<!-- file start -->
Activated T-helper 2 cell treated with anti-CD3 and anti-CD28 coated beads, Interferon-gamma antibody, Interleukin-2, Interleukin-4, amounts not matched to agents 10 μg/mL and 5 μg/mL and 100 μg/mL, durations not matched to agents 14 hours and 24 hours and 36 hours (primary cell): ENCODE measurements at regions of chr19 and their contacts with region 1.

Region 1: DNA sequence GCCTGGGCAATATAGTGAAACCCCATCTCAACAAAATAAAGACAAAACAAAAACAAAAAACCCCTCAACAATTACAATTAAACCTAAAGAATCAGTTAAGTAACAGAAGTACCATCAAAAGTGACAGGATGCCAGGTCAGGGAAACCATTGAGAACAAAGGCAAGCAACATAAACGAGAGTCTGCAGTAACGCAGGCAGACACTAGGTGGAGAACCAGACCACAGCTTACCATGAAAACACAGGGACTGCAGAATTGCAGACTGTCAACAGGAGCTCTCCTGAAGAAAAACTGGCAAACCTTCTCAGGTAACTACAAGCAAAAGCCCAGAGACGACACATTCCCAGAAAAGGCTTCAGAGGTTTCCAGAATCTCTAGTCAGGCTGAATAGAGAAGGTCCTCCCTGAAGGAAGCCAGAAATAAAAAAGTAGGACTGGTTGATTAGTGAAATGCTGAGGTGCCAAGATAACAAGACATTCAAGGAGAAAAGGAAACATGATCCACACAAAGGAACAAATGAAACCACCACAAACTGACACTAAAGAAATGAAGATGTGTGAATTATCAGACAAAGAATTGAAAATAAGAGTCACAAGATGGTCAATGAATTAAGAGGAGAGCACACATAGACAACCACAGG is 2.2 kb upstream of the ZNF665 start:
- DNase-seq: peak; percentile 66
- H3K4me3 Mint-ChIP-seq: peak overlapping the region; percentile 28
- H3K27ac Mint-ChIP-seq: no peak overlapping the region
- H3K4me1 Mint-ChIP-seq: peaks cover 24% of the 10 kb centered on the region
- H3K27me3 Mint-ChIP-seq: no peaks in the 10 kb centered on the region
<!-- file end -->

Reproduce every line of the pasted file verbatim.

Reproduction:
Activated T-helper 2 cell treated with anti-CD3 and anti-CD28 coated beads, Interferon-gamma antibody, Interleukin-2, Interleukin-4, amounts not matched to agents 10 μg/mL and 5 μg/mL and 100 μg/mL, durations not matched to agents 14 hours and 24 hours and 36 hours (primary cell): ENCODE measurements at regions of chr19 and their contacts with region 1.

Region 1: DNA sequence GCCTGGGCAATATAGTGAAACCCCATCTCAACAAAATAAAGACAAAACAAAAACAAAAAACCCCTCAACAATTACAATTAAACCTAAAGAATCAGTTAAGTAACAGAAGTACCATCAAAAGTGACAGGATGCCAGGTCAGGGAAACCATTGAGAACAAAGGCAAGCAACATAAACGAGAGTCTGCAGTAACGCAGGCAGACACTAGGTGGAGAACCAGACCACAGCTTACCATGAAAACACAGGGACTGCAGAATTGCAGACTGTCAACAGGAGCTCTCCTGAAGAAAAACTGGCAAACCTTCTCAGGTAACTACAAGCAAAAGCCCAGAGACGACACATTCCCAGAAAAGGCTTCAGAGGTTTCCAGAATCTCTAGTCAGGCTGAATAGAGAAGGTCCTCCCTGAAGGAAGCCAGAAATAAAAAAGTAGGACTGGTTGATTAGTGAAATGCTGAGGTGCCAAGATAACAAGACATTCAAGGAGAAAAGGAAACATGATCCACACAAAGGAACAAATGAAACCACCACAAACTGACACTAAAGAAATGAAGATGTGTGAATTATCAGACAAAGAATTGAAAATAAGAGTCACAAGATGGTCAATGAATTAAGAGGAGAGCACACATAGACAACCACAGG is 2.2 kb upstream of the ZNF665 start:
- DNase-seq: peak; percentile 66
- H3K4me3 Mint-ChIP-seq: peak overlapping the region; percentile 28
- H3K27ac Mint-ChIP-seq: no peak overlapping the region
- H3K4me1 Mint-ChIP-seq: peaks cover 24% of the 10 kb centered on the region
- H3K27me3 Mint-ChIP-seq: no peaks in the 10 kb centered on the region